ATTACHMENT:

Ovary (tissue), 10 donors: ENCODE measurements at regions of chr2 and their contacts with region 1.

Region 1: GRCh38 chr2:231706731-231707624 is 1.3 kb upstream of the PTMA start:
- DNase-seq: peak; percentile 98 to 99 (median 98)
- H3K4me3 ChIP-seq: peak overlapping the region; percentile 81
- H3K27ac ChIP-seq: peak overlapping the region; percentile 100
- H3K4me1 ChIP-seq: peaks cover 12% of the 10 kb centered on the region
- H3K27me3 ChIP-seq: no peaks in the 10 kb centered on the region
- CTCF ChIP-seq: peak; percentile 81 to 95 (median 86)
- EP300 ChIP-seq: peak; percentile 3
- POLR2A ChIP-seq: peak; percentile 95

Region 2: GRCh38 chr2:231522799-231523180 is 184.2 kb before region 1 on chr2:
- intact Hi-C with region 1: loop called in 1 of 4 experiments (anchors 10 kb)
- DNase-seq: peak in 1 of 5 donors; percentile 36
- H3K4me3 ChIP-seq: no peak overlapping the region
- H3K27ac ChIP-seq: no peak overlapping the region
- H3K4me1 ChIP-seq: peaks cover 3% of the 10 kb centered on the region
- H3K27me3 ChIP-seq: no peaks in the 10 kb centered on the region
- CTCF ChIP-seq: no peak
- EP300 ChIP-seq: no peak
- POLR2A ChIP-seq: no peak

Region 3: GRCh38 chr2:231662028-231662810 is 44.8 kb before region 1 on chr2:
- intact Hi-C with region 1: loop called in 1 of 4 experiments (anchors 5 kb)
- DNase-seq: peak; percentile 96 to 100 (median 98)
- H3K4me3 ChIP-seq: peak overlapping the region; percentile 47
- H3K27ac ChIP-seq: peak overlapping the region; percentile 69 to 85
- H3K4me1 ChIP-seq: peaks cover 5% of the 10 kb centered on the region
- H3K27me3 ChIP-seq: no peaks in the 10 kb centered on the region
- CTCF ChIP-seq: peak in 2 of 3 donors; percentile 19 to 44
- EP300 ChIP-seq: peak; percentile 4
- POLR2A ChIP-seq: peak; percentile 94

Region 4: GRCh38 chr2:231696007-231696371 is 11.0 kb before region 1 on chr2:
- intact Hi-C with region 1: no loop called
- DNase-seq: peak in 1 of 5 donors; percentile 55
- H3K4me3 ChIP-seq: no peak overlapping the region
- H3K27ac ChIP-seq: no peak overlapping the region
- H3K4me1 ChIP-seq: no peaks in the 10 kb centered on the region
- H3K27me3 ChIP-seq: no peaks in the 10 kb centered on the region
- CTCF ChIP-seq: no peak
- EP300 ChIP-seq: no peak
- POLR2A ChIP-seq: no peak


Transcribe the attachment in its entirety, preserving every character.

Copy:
Ovary (tissue), 10 donors: ENCODE measurements at regions of chr2 and their contacts with region 1.

Region 1: GRCh38 chr2:231706731-231707624 is 1.3 kb upstream of the PTMA start:
- DNase-seq: peak; percentile 98 to 99 (median 98)
- H3K4me3 ChIP-seq: peak overlapping the region; percentile 81
- H3K27ac ChIP-seq: peak overlapping the region; percentile 100
- H3K4me1 ChIP-seq: peaks cover 12% of the 10 kb centered on the region
- H3K27me3 ChIP-seq: no peaks in the 10 kb centered on the region
- CTCF ChIP-seq: peak; percentile 81 to 95 (median 86)
- EP300 ChIP-seq: peak; percentile 3
- POLR2A ChIP-seq: peak; percentile 95

Region 2: GRCh38 chr2:231522799-231523180 is 184.2 kb before region 1 on chr2:
- intact Hi-C with region 1: loop called in 1 of 4 experiments (anchors 10 kb)
- DNase-seq: peak in 1 of 5 donors; percentile 36
- H3K4me3 ChIP-seq: no peak overlapping the region
- H3K27ac ChIP-seq: no peak overlapping the region
- H3K4me1 ChIP-seq: peaks cover 3% of the 10 kb centered on the region
- H3K27me3 ChIP-seq: no peaks in the 10 kb centered on the region
- CTCF ChIP-seq: no peak
- EP300 ChIP-seq: no peak
- POLR2A ChIP-seq: no peak

Region 3: GRCh38 chr2:231662028-231662810 is 44.8 kb before region 1 on chr2:
- intact Hi-C with region 1: loop called in 1 of 4 experiments (anchors 5 kb)
- DNase-seq: peak; percentile 96 to 100 (median 98)
- H3K4me3 ChIP-seq: peak overlapping the region; percentile 47
- H3K27ac ChIP-seq: peak overlapping the region; percentile 69 to 85
- H3K4me1 ChIP-seq: peaks cover 5% of the 10 kb centered on the region
- H3K27me3 ChIP-seq: no peaks in the 10 kb centered on the region
- CTCF ChIP-seq: peak in 2 of 3 donors; percentile 19 to 44
- EP300 ChIP-seq: peak; percentile 4
- POLR2A ChIP-seq: peak; percentile 94

Region 4: GRCh38 chr2:231696007-231696371 is 11.0 kb before region 1 on chr2:
- intact Hi-C with region 1: no loop called
- DNase-seq: peak in 1 of 5 donors; percentile 55
- H3K4me3 ChIP-seq: no peak overlapping the region
- H3K27ac ChIP-seq: no peak overlapping the region
- H3K4me1 ChIP-seq: no peaks in the 10 kb centered on the region
- H3K27me3 ChIP-seq: no peaks in the 10 kb centered on the region
- CTCF ChIP-seq: no peak
- EP300 ChIP-seq: no peak
- POLR2A ChIP-seq: no peak